• Jean-Christian BOURCART

The Frenchies

From 1982 to 1992, I photographed a lot of people, French people, in street, during events. Unidentified people, politicians, tourists.

I love those moments when people jump at my presence, grab hold of themselves , contort themselves; ambiguous acts, accidental encounters, the street as a parallel world, strange, comic and dramatic at the same time.

Traffic New York, 1999-2003

There are always traffic jams on Canal Street, where I live. The Americans seem melancholic and resigned, crouched behind the tinted windows of their large sedan. Others on buses or in taxis doze off, struck by the lengthy day. From the sidewalk, I examine them through my powerful telephoto lens. I look at them looking at me, incredulous, stunned like animals caught in the headlights, at night. Some do not move. Others try to turn around, protect themselves with their newspaper, their hand. Some confront my mechanical gaze, thus abandoning their image to a destiny they know nothing about.

I shot the crowd Paris, New York, Shanghai, Phnom Penh, 2009

In underground stations, market or universities entrances, in some of the largest cities in the world, I record human surge.
Hundreds, thousands of faces parade through my viewfinder and I shoot in a blinding burst, my assistants’ flashes revealing expressions of surprise, transforming a continuous flow into an ephemeral painting.

What can we learn from our common adventure, observing relationships between the individual and the crowd, but also from one crowd to another - morphologies, densities, directions, rhythms?

The black sheet New York 2010

Photographing a black photograph. Nothing to see, except reflected elements.
Here, myself, my family, friends. The surface is shiny, its texture transforming, smashing what’s reflected. It is an excess of light that makes it possible to produce an image in this dark sheet that would normally absorb everything.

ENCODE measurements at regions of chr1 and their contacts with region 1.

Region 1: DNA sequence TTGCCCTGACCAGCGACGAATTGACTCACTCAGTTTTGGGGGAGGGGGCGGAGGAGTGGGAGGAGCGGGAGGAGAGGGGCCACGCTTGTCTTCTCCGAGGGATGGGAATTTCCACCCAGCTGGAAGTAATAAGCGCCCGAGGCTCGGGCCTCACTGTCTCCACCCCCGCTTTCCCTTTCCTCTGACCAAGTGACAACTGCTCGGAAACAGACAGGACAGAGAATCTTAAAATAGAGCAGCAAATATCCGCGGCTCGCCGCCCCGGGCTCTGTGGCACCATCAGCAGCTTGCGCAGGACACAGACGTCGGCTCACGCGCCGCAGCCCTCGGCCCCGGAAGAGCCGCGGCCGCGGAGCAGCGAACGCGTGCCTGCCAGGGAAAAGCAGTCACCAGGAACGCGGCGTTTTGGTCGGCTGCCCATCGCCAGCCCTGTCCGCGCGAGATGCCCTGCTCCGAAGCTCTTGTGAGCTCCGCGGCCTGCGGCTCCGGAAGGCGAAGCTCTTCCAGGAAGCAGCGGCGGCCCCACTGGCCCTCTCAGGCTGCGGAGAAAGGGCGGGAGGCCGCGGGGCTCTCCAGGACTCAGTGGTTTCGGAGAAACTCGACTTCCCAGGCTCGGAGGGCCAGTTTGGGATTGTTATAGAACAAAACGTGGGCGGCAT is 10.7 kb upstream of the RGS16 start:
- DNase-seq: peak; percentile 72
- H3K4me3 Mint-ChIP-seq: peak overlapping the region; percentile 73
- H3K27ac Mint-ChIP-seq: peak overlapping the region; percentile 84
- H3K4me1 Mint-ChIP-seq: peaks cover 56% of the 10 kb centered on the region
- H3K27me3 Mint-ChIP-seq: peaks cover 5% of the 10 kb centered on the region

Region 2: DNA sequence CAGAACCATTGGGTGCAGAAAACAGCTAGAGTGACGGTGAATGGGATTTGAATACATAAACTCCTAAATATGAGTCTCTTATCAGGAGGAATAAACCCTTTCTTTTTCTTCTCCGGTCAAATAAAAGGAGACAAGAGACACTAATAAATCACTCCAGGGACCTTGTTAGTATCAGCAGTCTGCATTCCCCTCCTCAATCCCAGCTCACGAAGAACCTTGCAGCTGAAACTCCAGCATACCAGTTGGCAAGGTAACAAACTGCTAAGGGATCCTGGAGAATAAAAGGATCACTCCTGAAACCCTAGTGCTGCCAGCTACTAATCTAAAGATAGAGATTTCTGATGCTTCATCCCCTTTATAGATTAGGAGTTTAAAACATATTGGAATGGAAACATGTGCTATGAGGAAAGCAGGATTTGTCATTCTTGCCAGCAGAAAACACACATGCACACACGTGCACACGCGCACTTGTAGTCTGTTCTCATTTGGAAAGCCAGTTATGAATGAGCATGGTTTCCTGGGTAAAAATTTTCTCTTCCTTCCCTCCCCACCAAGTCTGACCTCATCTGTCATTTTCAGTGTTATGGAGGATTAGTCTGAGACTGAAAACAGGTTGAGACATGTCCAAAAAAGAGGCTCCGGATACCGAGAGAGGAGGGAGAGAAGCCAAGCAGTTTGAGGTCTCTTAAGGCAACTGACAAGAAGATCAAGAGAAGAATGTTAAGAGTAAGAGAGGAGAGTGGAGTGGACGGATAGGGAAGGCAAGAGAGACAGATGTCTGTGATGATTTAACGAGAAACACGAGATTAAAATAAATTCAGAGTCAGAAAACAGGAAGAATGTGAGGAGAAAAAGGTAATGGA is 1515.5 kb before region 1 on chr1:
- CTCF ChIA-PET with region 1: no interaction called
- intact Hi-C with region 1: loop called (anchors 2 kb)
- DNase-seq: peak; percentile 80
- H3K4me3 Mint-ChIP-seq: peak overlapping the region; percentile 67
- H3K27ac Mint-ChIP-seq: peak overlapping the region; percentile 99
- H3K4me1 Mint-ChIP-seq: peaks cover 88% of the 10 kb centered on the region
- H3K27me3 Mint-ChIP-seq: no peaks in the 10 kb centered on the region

This black sheet is like our mind, reflecting what happens around us, but all this activity does not interfere with its primordial empty quality.
Images are like thoughts: they seem stable, important but are immaterial. They just come and go.


Jean-Christian BOURCART

I photograph so that I have an excuse for looking. I photograph to grasp what is otherwise inaccessible. I photograph because photography causes less damage than a machine gun. I photograph to forget. My work is a way of looking through a half-open door, revealing a place where stories aren’t articulated or explained but remain secret, affording us the pleasure of discriminating, discovering, imagining.
Over the years, my work has taken various forms, but people have always been the focus of my concern––their activities, the traces they leave behind. Photography has allowed me to remain among them, to be, in Merleau-Ponty’s words, “both seer and seen.”
For years I have been engaged in revealing secret worlds, places that had been rejected outright or were too fleeting to capture our attention. Sometimes I confronted my subject directly, at others I hunted it down, stealing its image. Feelings of transgression, clandestinity, obsession, and movement were often present. And at times primordial loss, the narcissistic wound, the impossible desire of the Other seeped into my field of view. Now, however, I am more interested by the unstable nature of what we call reality. Photography is a marvelous tool for interrogating our presence/absence in the world. It is essential for me to question my practices and recognize the subjectivity of my perspective, as well as the spectacular aspect of the media in which I participate. I am looking for forms of narration that are more personal, interactive, and inclusive, while seeking an ever fragile equilibrium among poetic, psychological, and political perspectives.
Images––as well as sounds and ideas––are unstable objects that multiply and fracture, are transformed and recombined in the immense kaleidoscope we call reality. I am looking for projects that can be expressed in different networks––journalism, cinema, the Web, art galleries, books ––and that participate in the new fluidity and overall decompartmentalization of forms of representation.